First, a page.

Academic journal article Renascence: Essays on Values in Literature

Intimations of Immortality: Catholicism in David Lodge's Paradise News

Academic journal article Renascence: Essays on Values in Literature

Intimations of Immortality: Catholicism in David Lodge's Paradise News

Article excerpt

"THE question facing the theologian today is, therefore, what can be salvaged from the eschatological wreckage?" (Lodge, Paradise 280). This question, which begins the last chapter of David Lodge's Paradise News, is taken from a lecture given by Bernard Walshe, the novel's protagonist. Bernard, a former priest, has lost his religious faith, but being untrained for any other kind of work, he is teaching part time at an ecumenical theological college. The segment of his lecture that begins the last chapter is a candid and poignant analysis of the dilemma facing Christianity at the end of the twentieth century. Bernard argues that although belief in an afterlife remains a central tenet of Christianity and forms a staple of liturgical prayer and scripture, many academic theologians and highly educated and sophisticated believers have marginalized it. Noting that fundamentalism, which does continue to promote belief in an anthropomorphic afterlife, is flourishing "precisely on the eschatological scepticism of responsible theology," (281) Bernard is reminded of W. B. Yeats' lines:

   The best lack all conviction, while the worst Are full of passionate
   intensity.

But can Christianity afford to minimize or marginalize what has been one of its most motivating and inspirational beliefs? As Bernard puts it to his students, "if you purge Christianity of the promise of eternal life (and, let us be honest, the threat of eternal punishment) which traditionally underpinned it, are you left with anything that is distinguishable from secular humanism?" (282).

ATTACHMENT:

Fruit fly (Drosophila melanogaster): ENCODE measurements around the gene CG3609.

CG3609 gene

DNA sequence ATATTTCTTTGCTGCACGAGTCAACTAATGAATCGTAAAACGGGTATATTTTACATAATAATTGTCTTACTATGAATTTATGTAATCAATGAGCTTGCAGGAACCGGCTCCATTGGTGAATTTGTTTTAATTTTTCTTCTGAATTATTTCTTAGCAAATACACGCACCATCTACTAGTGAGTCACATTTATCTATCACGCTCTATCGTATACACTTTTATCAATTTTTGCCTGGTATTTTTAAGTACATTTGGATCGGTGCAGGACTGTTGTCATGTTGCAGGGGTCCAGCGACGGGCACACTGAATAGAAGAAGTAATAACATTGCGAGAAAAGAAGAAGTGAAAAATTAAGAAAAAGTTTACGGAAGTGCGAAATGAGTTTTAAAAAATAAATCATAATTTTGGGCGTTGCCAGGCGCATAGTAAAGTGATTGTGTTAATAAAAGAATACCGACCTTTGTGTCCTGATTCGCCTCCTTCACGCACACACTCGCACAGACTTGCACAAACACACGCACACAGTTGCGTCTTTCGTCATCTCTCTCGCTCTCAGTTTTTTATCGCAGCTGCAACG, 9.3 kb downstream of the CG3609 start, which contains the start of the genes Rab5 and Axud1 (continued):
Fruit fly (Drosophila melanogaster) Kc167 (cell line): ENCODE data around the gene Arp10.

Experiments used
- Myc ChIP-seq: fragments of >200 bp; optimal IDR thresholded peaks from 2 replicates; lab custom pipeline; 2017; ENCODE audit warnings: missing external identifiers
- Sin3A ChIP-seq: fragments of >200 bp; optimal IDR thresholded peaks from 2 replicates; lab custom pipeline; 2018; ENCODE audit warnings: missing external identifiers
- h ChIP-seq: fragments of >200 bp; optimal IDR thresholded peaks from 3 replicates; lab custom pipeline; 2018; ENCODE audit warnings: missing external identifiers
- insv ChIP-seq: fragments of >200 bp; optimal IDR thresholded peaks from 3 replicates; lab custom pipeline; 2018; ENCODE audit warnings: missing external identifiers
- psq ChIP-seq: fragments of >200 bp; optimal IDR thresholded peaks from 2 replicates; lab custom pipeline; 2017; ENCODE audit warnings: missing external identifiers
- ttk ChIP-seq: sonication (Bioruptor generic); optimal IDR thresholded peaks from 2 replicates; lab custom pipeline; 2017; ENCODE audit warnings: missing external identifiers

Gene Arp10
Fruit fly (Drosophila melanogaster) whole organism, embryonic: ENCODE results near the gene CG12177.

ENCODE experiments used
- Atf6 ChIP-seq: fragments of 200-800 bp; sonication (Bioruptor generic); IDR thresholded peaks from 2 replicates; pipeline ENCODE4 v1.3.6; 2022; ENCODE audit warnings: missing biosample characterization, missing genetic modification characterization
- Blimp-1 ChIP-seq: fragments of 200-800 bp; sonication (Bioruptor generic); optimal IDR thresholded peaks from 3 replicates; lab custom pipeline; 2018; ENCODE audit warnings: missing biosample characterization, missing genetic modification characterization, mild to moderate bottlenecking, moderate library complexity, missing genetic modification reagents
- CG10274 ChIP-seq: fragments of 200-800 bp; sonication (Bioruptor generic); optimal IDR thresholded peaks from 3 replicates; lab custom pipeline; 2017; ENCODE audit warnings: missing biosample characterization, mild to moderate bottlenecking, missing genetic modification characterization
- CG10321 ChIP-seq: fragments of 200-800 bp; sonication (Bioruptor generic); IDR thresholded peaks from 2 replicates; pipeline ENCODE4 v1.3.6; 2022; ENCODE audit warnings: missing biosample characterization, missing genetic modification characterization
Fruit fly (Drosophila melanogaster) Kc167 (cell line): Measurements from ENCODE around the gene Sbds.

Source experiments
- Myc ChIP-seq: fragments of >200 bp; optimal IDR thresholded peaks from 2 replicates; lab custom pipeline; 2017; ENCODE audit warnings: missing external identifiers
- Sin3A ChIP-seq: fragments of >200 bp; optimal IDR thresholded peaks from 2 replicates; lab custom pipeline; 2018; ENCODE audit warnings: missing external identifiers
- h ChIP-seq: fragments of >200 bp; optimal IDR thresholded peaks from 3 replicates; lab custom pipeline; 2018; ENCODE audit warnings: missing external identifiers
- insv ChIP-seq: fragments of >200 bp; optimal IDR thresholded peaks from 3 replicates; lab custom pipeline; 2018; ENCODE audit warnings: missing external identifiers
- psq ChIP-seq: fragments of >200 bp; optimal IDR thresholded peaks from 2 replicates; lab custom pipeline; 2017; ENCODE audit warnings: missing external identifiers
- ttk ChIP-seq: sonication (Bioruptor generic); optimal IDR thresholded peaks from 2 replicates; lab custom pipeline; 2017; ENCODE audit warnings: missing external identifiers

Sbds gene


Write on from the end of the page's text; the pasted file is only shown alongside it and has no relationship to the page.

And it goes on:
Bernard's question and his keen analysis of the dilemma facing Christianity in our time the inability of sophisticated and intellectual Christians to emphasize and propound belief in an afterlife at the same time that human longing persists for what has always been a foundational dogma--marks Paradise News as a new stage in David Lodge's use of Catholicism in his fiction. Although the novel remains ambivalent on the question of an afterlife, the serious exploration of the possibilities for faith in a postmodern age and a sense of sacramentality in everyday life make Paradise News a more nuanced, complex and theologically interesting novel than any of Lodge's earlier work.

Although Lodge is best known for his academic novels, Changing Places, Small World, and Nice Work, in which Catholicism plays no part, his other novels make substantial use of Catholic material. This fact may seem to contradict Lodge's own assertion in 1970 that the Catholic novel (as represented by Mauriac, Bernanos, and Greene) is largely a thing of the past:

   I don't think that one can talk of the Catholic novel in quite such
   sharply-defined terms any more, partly because Catholicism itself has
   become a much more confused--and confusing--faith, more difficult to
   define, mainly in the last ten or fifteen years as a result of Pope John
   and the Vatican Council. The Church no longer represents that sort of
   monolithic, unified, uniform view of life which it once did. (Bergonzi,
   "David Lodge Interviewed" 109)

Yet Lodge's very first novel, The Picturegoers (1960), written when he was only twenty-two, makes extensive use of Catholic material. It concerns a lapsed Catholic who comes to lodge with a large Catholic family and ends up returning to the faith, whereas the adult daughter, who has left the convent loses hers. It is different from the "Catholic novels" of Greene and Waugh in that the Catholic characters are so ordinary. "There are no dissolute aristocrats ... or men undergoing spiritual intensities in exotic parts of the world.... The frame of reference is sociological rather than literary-theological" (Bergonzi, "Conspicuous Absentee" 50).

In his next two novels Lodge uses Catholic material primarily for comedy. The British Museum Is Falling Down (1965) zeroes in on birth control, detailing the stratagems to which Catholic couples had to go in order to try to avoid pregnancy. …

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